Co-defendants Mark Thomason, right, and Russell Stookey, who is Thomason’s lawyer, at the Gilmer County courthouse. (Rhonda Cook, rcook@ajc.com)
Photo: Rhonda Cook / The Atlanta Journal-Constitution
Photo: Rhonda Cook / The Atlanta Journal-Constitution

Torpy at Large: Pushy journalist makes news when judge pushes back

If Mark Thomason is an identity fraud artist, he’s a bad one.

Thomason and his lawyer, Russell Stookey, were arrested in Blue Ridge in North Georgia on charges of identity fraud and making false statements. Thomason is a known troublemaker — he publishes the Fannin Focus, one of the county’s three newspapers. That’s right, Fannin County, population 22,000, has three (3!) print newspapers AND a news blog.

The felony charges against Thomason go back to a year-old fight he’s waged with the local Powers That Be, one that started with a prosecutor and a judge casually tossing around a racial slur in open court. What got the publisher tossed in the pokey last month was his insistence to get his hands on bank records to show Superior Court Judge Brenda Weaver (who is not the judge in the racial slur episode) used public funds to pay a court reporter when she shouldn’t have.

Thomason first tried using the Open Records Act to come up with documentation. When that didn’t work, he got inventive and used a subpoena from ongoing litigation to demand the records from a bank.

Whoops! Thomason soon found himself stopped by police on a highway, handcuffed, strip-searched not once, but twice, forced to sleep overnight on a concrete jailhouse floor, and then tested for drugs not once, but twice, since his release.

The story has gone national, with First Amendment and newspaper groups saying his treatment represents an attack on Freedom of the Press. It’s David getting ‘cuffed by Goliath.

Thomason, who started his newspaper two years ago, is bemused. “If anyone wanted to commit ID fraud, the last thing they’d want to do is to file public records discussing it,” he said.

It seems Judge Weaver has gotten her robes all bunched up because Thomason is pesky and aggressive and has bothered the heck out of her and other local officials.

Weaver told the AJC’s Rhonda Cook she resented Thomason’s continuing attacks in his weekly newspaper and what he was saying around town.

“I don’t react well when my honesty is questioned,” said Weaver, who called the questioning of her spending a “vendetta.”

If Thomason was twisting the process by using a subpoena to get the bank records, it seems an odd way to access the judge’s operating account to, say, buy stuff on Amazon. No, his intention was to write about how the judge used taxpayer dollars.

It all started last year when a prosecutor casually mentioned a racial slur as the nickname of a witness in a case before Appalachian Judicial Circuit Superior Court Judge Roger Bradley, who was Weaver’s colleague. Someone called Thomason about it and he started digging.

Thomason got a copy of the transcript, but it did not include other people (like two Fannin sheriff’s deputies) who used the slur, as he had been told by people in the courtroom.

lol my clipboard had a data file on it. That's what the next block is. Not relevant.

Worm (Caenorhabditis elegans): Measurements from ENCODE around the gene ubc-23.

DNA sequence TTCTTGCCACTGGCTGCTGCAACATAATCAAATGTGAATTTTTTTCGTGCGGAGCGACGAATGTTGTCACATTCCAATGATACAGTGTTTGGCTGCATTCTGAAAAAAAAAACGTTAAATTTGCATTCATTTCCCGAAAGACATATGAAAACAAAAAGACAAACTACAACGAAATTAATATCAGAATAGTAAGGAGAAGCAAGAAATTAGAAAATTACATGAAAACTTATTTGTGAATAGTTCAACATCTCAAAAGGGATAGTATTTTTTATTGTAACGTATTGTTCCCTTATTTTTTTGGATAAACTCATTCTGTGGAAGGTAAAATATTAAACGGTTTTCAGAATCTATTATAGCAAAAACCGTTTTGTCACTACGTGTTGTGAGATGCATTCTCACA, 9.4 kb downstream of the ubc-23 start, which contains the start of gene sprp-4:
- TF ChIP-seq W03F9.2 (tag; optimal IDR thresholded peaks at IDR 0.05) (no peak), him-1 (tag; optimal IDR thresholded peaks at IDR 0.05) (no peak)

The publisher demanded court reporter Rhonda Stubblefield turn over a tape recording of the proceedings. She wouldn’t. He sued her to get it. She slapped him with a $1.6 million defamation lawsuit.

Ultimately, yet another judge ruled the court reporter didn’t have to turn over the tape and Stubblefield dropped her defamation suit. But late last year, Judge Weaver stepped in and approved paying the court reporter $16,000 to cover her legal expenses, even though emails show at least one Fannin County administrator was uncomfortable with public money being spent to aide a private individual.

Weaver said she didn’t want the court reporter to be out all that money in attorney’s fees. And you certainly wouldn’t want an attorney to go unpaid. The court reporter’s attorney, Mary Beth Priest, is now a judge alongside Weaver.

Things get cozy in small towns like Blue Ridge.

For instance, the prosecutor who brought up the fraud charges against the newspaperman is District Attorney Alison Sosebee. When she got out of law school, she got a job as a law clerk — for Judge Weaver. And when she got her first lawyer job, it was with the firm of veteran attorney George Weaver, the judge’s husband.

Judges using the criminal justice system to settle a score or shut someone up could run afoul of the state’s Judicial Qualifications Commission, which investigates wrongdoing. (In fact, Bradley, the judge in the racial slur case that started all this, resigned this year as the JQC investigated him.)

A JQC spokesman said he couldn’t comment on the situation.

Incidentally, Judge Weaver is the JQC’s board chairman. Georgia’s legal community is, in essence, a small town.

And in Blue Ridge, the newspaper and its publisher are the talk of the town. Thomason’s divorce record and failure to pay child support have surfaced.

And there’s a deep divide on what people think.

Take Sheriff Dane Kirby, who took the publisher into custody: “I do not have a lot of confidence that what is printed in the Fannin Focus will be the truth.”

Or Blue Ridge Police Chief Johnny Scearce, who has played softball with Thomason: “He’s done my department fair. In two years, his paper has grown pretty popular. He’s pretty aggressive. He’s more detailed. He goes after it.”

And now they’re going after him.

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